Posts tagged ‘mint’

October 29, 2018

Veggies in the Oven Make the Kitchen Toasty Warm

Veggies in the oven make the kitchen toasty warm and I love that on a cool fall day! Whether you roast or bake, the oven is a wonderful place to cook vegetables!
cabbage
Before the advent of microwave ovens, pretty much everyone baked potatoes and sweet potatoes in their full size, conventional oven. It wasn’t as common to roast or bake other vegetables unless they were cut up in some kind of casserole. A quick look at the 1953 edition of Better Homes and Gardens New Cook Book advises boiling most vegetables in a small amount of water.

cookbookMy grandmother fried okra, but boiled carrots, broccoli, corn, cauliflower, cabbage, squash, turnips, and green beans. She even made stuffed bell peppers in her pressure cooker, not in the oven.

I’m not sure why I started cooking vegetables in the oven, but I love the results! Cauliflower is one of my favorites to roast. I cut it into small florets, then toss it in olive oil, salt, pepper, garlic powder, and red pepper flakes. I roast the florets until they have some black edges. Yum! I wish I had some right now.

My newest favorite is baked red cabbage with herbed butter. If I start by making extra butter, I can easily turn this into a sheet pan meal by adding pork chops and red seedless grapes. I place the pork chops in the center of the pan and salt and pepper on each side. Then I alternate grapes still on stems and cabbage wedges around the edge of the pan and drizzle all of it with butter. The baking time is the same, but I turn the pork chops halfway through.

Here’s the recipe for enough butter for a sheet pan meal:

6 tbsp salted butter
4 – 5 sprigs fresh rosemary
1 – 2 sprigs fresh mint
3 cloves garlic, peeled
Sprinkle of salt

Melt butter in a small saucepan over low heat. Add rosemary, mint, and garlic. Sprinkle with salt. Simmer on low for 10-15 minutes. Remove herbs & garlic.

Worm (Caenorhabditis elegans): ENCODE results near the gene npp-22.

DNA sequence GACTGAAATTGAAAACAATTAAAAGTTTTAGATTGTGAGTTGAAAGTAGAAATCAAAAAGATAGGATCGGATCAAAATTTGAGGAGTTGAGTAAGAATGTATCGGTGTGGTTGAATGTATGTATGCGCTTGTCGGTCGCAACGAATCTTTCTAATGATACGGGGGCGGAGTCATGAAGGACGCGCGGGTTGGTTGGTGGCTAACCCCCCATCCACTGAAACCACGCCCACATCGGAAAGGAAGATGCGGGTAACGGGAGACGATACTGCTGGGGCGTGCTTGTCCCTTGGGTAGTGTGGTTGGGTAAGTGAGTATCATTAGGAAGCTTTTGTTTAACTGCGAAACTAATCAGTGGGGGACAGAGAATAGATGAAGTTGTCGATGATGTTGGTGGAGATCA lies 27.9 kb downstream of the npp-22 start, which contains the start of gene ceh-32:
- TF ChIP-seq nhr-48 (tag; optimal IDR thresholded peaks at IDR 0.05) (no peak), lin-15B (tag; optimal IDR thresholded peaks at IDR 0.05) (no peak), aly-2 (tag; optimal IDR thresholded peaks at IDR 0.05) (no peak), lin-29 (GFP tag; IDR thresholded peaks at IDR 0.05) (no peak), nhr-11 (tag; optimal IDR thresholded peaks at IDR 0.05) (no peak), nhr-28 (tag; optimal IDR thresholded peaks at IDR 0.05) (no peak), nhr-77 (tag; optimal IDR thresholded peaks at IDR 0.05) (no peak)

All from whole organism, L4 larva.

To bake one head of red cabbage, cut it into small wedges and place on aluminum foil in a sheet pan or other baking pan. Lightly salt, then drizzle with herbed butter. (You’ll need 1/4 to 1/3 of the butter for the cabbage.) Place in preheated 375 oven and bake for 40-45 minutes. Serve hot!
oven cab
If you decide to try this recipe, make sure to purchase red cabbage rather than radicchio. While they look similar, the two are not the same. Radicchio is a member of the bitter-flavored chicory family along with Belgian endive, frisée, and escarole.

When the cabbage bakes, the color becomes an even deeper purple. It’s a beautiful addition to a plate. And when cooked this way, I prefer the flavor to that of green cabbage. That may be a good thing during cold and flu season. A cup of red cabbage contains 85% of the daily value of vitamin C.

A toasty warm kitchen. A beautiful, delicious, healthy baked vegetable and left-over herbed butter to use on pork chops or include in pasta sauce. OMG! Does it get any better than this?

https://nutritiondata.self.com/facts/vegetables-and-vegetable-products/2373/2

http://www.farmerfoodshare.org/veg/cabbage/

http://www.farmerfoodshare.org/veg/radicchio/

https://www.thespruceeats.com/types-of-chicories-4040928

http://www.cooking2thrive.com/blog/dont-like-peeling-butternut-squash-then-dont/

September 17, 2018

Everything Old is New Again

Just like the song says…everything old is new again. I suppose every generation thinks it at some point and often with an eye roll attached. That’s not to say there’s no innovation or new discovery, but some new ideas are really just repackaged innovations of a previous era.

If there’s a popular buzzword floating about, the concept may fall into this category. Think of the terms EcoFriendly, Free Range Parenting, Unschooling, Optics, Sourcing, Clean Eating, and Plant-Based Diet. I saw Michael Phelps on TV this morning telling me to turn the water off while I’m brushing my teeth to conserve water. My first thought was, who doesn’t do that? I also turn off the lights when I leave a room (or never turn them on during the day), keep the thermostat set below 68 in the winter, take warm rather than hot showers, and only run the dishwasher when it’s full. Conservation is just how I was raised.
corn
One of the buzzwords in food right now is Upcycling. You may have heard the term in relation to old furniture and household goods that have been transformed and repurposed to make them relevant. In food, the term means cooking with food that would otherwise be discarded. That could mean “ugly” vegetables, fruit pulp, produce left in the field, food that ends up in dumpsters behind food distributors because use by dates are nearing, the woody tips of asparagus and mushrooms, broccoli or cauliflower stems, prepared coffee, the green tops of beets and carrots, etc.

While this concept has been popularized by chefs such as Massimo Bottura and Dan Barber, it’s not a new practice. In my family wasting edible food was a sacrilege. We would never have thought to draw attention to repurposing leftovers, using all parts of a vegetable, saving pot likker, or making preserves or pies out of bruised fruit. We never threw away the neck, liver, or gizzards from a chicken. Ugly tomatoes went in tomato juice.